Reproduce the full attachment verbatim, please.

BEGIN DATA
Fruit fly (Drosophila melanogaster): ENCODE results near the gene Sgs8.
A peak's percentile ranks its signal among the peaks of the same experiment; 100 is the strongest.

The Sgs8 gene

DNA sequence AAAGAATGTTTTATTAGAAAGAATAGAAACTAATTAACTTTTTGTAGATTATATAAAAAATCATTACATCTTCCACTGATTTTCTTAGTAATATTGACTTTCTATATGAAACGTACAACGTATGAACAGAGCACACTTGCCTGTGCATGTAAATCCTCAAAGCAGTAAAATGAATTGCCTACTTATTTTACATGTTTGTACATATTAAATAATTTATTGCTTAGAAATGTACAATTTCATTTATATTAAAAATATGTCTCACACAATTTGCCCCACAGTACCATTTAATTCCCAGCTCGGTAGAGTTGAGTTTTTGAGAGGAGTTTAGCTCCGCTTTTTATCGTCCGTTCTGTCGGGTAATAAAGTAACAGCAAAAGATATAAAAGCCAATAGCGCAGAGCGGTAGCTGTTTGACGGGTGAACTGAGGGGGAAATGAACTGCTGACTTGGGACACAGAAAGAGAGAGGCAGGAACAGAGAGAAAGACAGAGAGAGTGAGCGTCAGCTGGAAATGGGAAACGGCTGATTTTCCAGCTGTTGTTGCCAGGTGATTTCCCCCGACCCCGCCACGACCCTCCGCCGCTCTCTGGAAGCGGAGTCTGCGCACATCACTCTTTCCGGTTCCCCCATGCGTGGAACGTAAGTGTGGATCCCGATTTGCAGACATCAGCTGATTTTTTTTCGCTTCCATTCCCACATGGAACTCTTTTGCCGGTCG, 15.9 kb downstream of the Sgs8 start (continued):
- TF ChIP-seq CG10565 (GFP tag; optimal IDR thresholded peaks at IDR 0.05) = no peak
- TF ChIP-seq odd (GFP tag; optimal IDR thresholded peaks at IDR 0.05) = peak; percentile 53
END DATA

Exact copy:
Fruit fly (Drosophila melanogaster): ENCODE results near the gene Sgs8.
A peak's percentile ranks its signal among the peaks of the same experiment; 100 is the strongest.

The Sgs8 gene

DNA sequence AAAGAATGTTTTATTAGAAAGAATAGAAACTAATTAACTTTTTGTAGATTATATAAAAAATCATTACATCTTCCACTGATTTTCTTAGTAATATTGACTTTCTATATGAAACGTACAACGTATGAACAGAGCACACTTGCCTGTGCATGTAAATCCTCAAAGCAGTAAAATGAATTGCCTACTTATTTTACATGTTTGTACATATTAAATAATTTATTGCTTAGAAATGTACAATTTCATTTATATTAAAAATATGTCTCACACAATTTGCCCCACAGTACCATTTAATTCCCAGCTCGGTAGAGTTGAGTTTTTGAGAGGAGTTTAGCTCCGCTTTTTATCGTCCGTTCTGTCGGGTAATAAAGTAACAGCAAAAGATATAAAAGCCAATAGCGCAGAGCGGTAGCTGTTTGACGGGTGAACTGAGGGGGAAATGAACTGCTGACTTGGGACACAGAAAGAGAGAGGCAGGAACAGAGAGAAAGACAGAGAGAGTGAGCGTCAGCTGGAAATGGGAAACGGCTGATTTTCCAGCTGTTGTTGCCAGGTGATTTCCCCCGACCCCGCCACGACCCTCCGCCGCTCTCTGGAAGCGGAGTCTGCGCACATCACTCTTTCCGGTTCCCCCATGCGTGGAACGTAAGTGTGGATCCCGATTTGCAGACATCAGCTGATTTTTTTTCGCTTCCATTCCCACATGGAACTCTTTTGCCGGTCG, 15.9 kb downstream of the Sgs8 start (continued):
- TF ChIP-seq CG10565 (GFP tag; optimal IDR thresholded peaks at IDR 0.05) = no peak
- TF ChIP-seq odd (GFP tag; optimal IDR thresholded peaks at IDR 0.05) = peak; percentile 53